dictation Arno is transcribing while
temping at MassBank, "will occasion-
ally use a phrase like 'spruce up' or
'polish off or 'kick in' that you seldom
come across in the credit updates of
large regional banks." The accumula-
tion of little such details reaches a cre-
scendo when Joyce wears her hair in a
French braid, "in which three sporting
dolphins dip smoothly under one an-
other and surface in a continuous enter-
tainment," and he resolves to halt time
and appreciate her and it more fully. "I
needed to feel her solid braid, and her
head beneath it, in my palm," he writes.
Undressing her, Arno finds thatJoyce's
pubichair "is akind of cocktail dress...
it has that much dignity."
This last comment is a telling one,
for it reveals, strangely enough, that
there is an internal logic to Arno's ways
with women, a code of conduct. His
own actions within the Fold remain
within the realm of asexuality. The
thought of rape or the idea that he is, in
someway, anecrophiliac, repulses him.
There is almost arespect and reverence
to his ways within the Fold. And it is
made plausible by the writing of
Nicholson Baker, who maintains alarger
internal logic that governs the book
remarkably and humorously well. He
brings together deftly drawn elements
from physics, human sexual behavior
and the world of office supplies with a
prose that occasionally dips into enter-
Otaining pornography lexicon but which
always remains thoughtful and witty.
-Matt Benz
Brad Gooch
City Poet: The Life and Times of

MULTIMEDIA
Continued from page 8
Emperor and Darth Vader.
Like "X-Wing," "Tie Fighter" isn't
the typical blow-'em-up game. It takes
a significant amount of practice from
the flight simulators and other combat
preparation chambers to master the
maneuvers and directions of the mis-
sions. The game actually doesn't treat
itself as a game either, but as an actual
pilot training for war with the Empire.
Combat is difficult though, but the
game helps with tracking targets and
gives other helpful hints. There are doz-
ens of keyboard controls that also make
the game challenging at first, but once
pilots are familiar with them, it gives
them an extra level of control, and al-
lows for skillful tactics and maneuvers.
"Tie Fighter" takes pilots through
multiple missions flying one of five
different ships which can be custom-
ized with different types of torpedoes
and rockets. Missions start off fairly
easy, with simple fighting and inspec-
tion missions, but lead up to vigorous
search and destroy missions where pi-
lots are racing against time and the
Rebellion to finish the level before it
finishes them.
Like "X-Wing," "Tie Fighter" com-
bines excellent 3-D graphics with a
thrilling game, and also enough story
and background for any "Star Wars"
enthusiast. Its use of special effects and
music, as well as digitally mastered
sound effects with studio recorded

voices gives it a superb replication of
the many flight sequences throughout
the blockbuster trilogy.
Other cinematic sequences through-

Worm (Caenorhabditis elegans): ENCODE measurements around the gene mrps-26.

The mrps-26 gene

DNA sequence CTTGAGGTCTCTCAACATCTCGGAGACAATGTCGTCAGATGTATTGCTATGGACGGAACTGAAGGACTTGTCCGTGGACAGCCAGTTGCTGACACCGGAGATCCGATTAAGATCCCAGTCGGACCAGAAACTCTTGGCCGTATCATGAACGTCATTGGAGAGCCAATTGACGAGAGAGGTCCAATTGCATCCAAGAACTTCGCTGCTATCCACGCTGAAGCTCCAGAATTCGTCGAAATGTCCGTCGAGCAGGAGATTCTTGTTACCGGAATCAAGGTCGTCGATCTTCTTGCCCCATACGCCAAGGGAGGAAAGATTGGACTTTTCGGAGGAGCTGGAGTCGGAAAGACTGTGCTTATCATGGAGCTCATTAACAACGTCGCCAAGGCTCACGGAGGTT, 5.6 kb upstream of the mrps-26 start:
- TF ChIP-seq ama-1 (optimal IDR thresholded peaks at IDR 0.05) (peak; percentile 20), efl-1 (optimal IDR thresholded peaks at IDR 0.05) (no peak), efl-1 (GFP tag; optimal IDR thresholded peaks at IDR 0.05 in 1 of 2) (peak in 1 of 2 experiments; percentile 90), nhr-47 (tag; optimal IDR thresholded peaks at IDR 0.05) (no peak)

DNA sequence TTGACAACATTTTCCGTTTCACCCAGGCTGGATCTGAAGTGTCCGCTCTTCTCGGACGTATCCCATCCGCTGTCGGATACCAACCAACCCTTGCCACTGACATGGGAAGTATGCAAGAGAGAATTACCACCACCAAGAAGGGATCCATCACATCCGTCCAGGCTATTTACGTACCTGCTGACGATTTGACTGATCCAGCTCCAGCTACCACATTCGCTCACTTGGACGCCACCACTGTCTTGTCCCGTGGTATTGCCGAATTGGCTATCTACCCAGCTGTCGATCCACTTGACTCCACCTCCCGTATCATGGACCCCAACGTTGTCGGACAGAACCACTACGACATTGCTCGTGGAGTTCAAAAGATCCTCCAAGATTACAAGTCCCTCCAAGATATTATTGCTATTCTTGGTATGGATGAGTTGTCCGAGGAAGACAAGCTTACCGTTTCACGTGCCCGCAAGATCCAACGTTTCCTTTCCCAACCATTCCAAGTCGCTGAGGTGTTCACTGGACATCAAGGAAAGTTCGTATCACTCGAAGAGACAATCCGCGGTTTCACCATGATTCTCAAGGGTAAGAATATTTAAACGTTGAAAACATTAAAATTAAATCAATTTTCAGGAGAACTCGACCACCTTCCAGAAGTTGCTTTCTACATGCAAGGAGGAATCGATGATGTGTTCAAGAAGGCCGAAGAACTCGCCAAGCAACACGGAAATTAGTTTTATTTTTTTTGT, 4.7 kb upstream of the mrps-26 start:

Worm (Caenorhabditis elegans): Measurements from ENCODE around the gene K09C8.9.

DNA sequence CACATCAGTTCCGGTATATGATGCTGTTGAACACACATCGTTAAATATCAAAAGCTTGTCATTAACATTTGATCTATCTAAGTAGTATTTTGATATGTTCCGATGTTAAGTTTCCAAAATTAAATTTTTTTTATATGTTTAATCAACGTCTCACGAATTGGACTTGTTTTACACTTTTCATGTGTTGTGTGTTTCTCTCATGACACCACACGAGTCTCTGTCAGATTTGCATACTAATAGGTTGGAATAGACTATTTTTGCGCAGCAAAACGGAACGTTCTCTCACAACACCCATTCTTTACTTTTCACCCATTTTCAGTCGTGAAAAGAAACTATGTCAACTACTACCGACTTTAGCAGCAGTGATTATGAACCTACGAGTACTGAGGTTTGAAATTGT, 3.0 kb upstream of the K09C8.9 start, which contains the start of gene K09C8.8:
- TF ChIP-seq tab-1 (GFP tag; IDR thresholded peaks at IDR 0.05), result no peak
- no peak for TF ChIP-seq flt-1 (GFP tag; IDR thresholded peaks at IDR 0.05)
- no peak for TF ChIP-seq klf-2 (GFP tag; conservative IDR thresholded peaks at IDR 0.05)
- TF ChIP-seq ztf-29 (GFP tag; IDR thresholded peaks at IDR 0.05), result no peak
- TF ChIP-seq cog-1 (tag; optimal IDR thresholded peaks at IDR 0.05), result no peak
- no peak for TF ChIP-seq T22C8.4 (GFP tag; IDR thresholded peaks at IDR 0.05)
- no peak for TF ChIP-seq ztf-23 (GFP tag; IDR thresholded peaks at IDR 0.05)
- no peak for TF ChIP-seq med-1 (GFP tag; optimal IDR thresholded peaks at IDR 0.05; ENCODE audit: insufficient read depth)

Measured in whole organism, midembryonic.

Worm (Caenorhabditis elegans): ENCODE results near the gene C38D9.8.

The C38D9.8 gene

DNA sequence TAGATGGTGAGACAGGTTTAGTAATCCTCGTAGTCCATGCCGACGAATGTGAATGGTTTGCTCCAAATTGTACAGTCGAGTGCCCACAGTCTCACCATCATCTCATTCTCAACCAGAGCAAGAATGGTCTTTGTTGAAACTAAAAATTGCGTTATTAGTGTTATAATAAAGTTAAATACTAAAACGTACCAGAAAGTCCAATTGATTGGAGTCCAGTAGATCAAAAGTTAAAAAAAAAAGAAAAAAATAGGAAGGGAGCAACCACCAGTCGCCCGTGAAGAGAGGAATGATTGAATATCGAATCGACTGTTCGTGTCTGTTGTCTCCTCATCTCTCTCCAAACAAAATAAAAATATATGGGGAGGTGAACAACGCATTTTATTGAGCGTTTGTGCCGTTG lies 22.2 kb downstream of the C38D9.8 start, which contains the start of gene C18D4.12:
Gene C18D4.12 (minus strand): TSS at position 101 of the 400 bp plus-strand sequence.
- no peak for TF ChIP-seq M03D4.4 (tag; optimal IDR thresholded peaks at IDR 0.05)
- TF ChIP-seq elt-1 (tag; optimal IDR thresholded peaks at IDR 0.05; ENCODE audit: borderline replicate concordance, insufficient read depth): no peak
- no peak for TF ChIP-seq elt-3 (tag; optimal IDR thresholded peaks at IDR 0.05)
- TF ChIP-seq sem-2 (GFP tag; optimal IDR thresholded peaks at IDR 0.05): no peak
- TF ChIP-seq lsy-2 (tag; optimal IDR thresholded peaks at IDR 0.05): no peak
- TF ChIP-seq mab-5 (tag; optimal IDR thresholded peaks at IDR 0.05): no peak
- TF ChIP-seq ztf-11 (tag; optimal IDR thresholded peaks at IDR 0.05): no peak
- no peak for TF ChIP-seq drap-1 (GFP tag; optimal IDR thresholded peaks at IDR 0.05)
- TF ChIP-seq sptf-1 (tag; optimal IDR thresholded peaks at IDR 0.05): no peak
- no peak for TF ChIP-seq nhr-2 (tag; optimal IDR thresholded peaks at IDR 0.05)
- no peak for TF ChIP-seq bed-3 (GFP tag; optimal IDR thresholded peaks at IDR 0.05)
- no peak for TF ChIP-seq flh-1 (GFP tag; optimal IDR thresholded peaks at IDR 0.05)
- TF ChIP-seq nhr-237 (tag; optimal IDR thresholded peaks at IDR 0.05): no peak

out the game add to the realism of "Tie
Fighter," due to their sharp, 3-D-like
graphics and screeching spacecraft
sound effects. Between the advanced
technology the game sports, and the
awesome action and fighting sequences,
"Tie Fighter" is a thrilling game for
anyone who even remotely enjoyed the
legendary "Star Wars" trilogy.
- Brian A. Gnatt
Dracula Unleashed
Viacom New Media
Mac/PC CD-Rom
"Dracula Unleashed" isn't really a
new game. But the fact that it's been
released on CD-ROM is new. The game
itself is actually a bit annoying. You are
Alexander Morris, brother of Quincy
Morris, who got killed in the original
Dracula novel. You are in London, and
your fianc6e's father has just died mys-
teriously. You need to maneuver

through town to save her and yourself.
Surviving is not an easy thing to
do. You need to go to places in a
specific order holding specific ob-
jects so the children of the night don't
sink their fangs into your jugular. The
problem is, there aren't enough clues
to guide you safely through. Success
depends upon chance discovery of
the proper place to go. Eventually, the
game becomes terribly repetitive.
The video clips that get shown when-
ever you enter a place are generally
good. While lacking the touch of an ace
director (or actors), the clips certainly
give the game an edge over Pac-man;
Of course the repetition that comes up
when you make a mistake can make the
clips tiresome as well. The outside in-
terfaces are, of necessity, non-moving.
But they are also rather ugly.
The game's best point is the video
clips, but the rest of it is not the finest
game you can get. It's sure better than
those videotape games, though.
- Ted Watts

T h e w o rd's la rg e st st ud en t
a nd y outih t r ayelo rg aniz a tion.
800-171-ST112AV

biography begins to focus more in-
tently on its subject when O' Hara en-
ters Harvard in 1946. Finishing there
fouryears later, O' Harapursues gradu-
ate studies briefly at Michigan and,
upon returning East, settles in New
York, which served as his base of op-
erations until his death in 1966.
Sense of place, and New York espe-
cially, were very important for O' Hara.
Writing to his New York friends from
Cambridge in 1955, O' Hara com-
plained of the latter, " ... it's not hot
enough, there's not enough asphalt, and
you can see over buildings too easily."
"[I]t was as if he needed to ground
himself in particular places in certain
poems," writes Gooch of O' Hara, "to
be sure he belonged there and could go
on writing, like an artist preparing his
canvas with gesso." Such was the man-
ner in which O' Hara wrote (during
lunch breaks from work, at friends'
homes in the Hamptons and once dur-
ing a commercial break while watch-
ing television), as his Muse was arather
impetuous one.

And yet, to classify O' Hara as a
poet would be to overlook his extensive
knowledge of classical music and con-
temporary art. For much of his life O'
Hara's primary source of income was
derived from the various positions he
held at the Museum of Modern Art-
most notably as curator. In this way, a
list of O' Hara's friends and acquain-
tances reads much like a Who's Who of
the progressive New York art and liter-
ary world of the 1950s and early '60s.
By virtue of this and O' Hara's
socially rambunctious nature, there is
much to be written. Fortunately for the
reader, Gooch allows O' Hara's story to
be told by those who knew it and him
best. In a sense, then, "City Poet" is a
combined effort: Gooch creates the
working form, adding touches of in-
sight where he sees fit, and lets friends
and acquaintances with firsthand O'
Hara experience fill in the colors. The
resulting portrait proves to be as vari-
ously entertaining as its subject ... a
most fitting tribute.
- Matt Benz